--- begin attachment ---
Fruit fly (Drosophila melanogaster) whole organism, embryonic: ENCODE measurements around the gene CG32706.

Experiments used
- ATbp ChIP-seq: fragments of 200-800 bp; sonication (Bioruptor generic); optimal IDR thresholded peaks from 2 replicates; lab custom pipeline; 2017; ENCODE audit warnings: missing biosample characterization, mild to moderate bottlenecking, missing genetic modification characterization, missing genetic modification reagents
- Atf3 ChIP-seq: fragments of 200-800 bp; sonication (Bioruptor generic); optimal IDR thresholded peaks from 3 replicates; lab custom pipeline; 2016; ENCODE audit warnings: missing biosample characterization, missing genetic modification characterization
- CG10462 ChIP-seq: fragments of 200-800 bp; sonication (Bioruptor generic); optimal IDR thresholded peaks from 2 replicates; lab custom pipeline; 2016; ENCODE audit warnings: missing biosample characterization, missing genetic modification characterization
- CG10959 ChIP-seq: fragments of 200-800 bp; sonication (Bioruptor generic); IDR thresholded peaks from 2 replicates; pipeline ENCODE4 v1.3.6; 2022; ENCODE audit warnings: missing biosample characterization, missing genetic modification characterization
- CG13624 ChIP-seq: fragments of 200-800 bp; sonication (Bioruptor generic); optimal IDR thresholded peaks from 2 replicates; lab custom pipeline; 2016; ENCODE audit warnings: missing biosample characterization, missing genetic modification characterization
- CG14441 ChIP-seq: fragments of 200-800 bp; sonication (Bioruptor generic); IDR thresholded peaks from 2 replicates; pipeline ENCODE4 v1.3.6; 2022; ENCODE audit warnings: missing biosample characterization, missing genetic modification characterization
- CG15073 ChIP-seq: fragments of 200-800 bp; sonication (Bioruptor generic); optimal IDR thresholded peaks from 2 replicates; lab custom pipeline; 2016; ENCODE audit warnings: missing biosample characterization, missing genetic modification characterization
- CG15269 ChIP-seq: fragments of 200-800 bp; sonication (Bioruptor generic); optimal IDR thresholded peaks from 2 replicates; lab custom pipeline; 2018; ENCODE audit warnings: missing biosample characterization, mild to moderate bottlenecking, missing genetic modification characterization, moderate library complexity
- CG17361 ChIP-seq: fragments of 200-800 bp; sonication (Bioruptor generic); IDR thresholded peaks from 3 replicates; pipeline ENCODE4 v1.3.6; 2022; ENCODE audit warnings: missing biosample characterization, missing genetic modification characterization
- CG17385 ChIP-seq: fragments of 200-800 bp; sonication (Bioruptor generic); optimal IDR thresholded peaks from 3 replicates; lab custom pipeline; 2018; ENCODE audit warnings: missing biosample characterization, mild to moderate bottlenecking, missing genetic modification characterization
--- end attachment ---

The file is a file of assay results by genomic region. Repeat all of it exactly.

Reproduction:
Fruit fly (Drosophila melanogaster) whole organism, embryonic: ENCODE measurements around the gene CG32706.

Experiments used
- ATbp ChIP-seq: fragments of 200-800 bp; sonication (Bioruptor generic); optimal IDR thresholded peaks from 2 replicates; lab custom pipeline; 2017; ENCODE audit warnings: missing biosample characterization, mild to moderate bottlenecking, missing genetic modification characterization, missing genetic modification reagents
- Atf3 ChIP-seq: fragments of 200-800 bp; sonication (Bioruptor generic); optimal IDR thresholded peaks from 3 replicates; lab custom pipeline; 2016; ENCODE audit warnings: missing biosample characterization, missing genetic modification characterization
- CG10462 ChIP-seq: fragments of 200-800 bp; sonication (Bioruptor generic); optimal IDR thresholded peaks from 2 replicates; lab custom pipeline; 2016; ENCODE audit warnings: missing biosample characterization, missing genetic modification characterization
- CG10959 ChIP-seq: fragments of 200-800 bp; sonication (Bioruptor generic); IDR thresholded peaks from 2 replicates; pipeline ENCODE4 v1.3.6; 2022; ENCODE audit warnings: missing biosample characterization, missing genetic modification characterization
- CG13624 ChIP-seq: fragments of 200-800 bp; sonication (Bioruptor generic); optimal IDR thresholded peaks from 2 replicates; lab custom pipeline; 2016; ENCODE audit warnings: missing biosample characterization, missing genetic modification characterization
- CG14441 ChIP-seq: fragments of 200-800 bp; sonication (Bioruptor generic); IDR thresholded peaks from 2 replicates; pipeline ENCODE4 v1.3.6; 2022; ENCODE audit warnings: missing biosample characterization, missing genetic modification characterization
- CG15073 ChIP-seq: fragments of 200-800 bp; sonication (Bioruptor generic); optimal IDR thresholded peaks from 2 replicates; lab custom pipeline; 2016; ENCODE audit warnings: missing biosample characterization, missing genetic modification characterization
- CG15269 ChIP-seq: fragments of 200-800 bp; sonication (Bioruptor generic); optimal IDR thresholded peaks from 2 replicates; lab custom pipeline; 2018; ENCODE audit warnings: missing biosample characterization, mild to moderate bottlenecking, missing genetic modification characterization, moderate library complexity
- CG17361 ChIP-seq: fragments of 200-800 bp; sonication (Bioruptor generic); IDR thresholded peaks from 3 replicates; pipeline ENCODE4 v1.3.6; 2022; ENCODE audit warnings: missing biosample characterization, missing genetic modification characterization
- CG17385 ChIP-seq: fragments of 200-800 bp; sonication (Bioruptor generic); optimal IDR thresholded peaks from 3 replicates; lab custom pipeline; 2018; ENCODE audit warnings: missing biosample characterization, mild to moderate bottlenecking, missing genetic modification characterization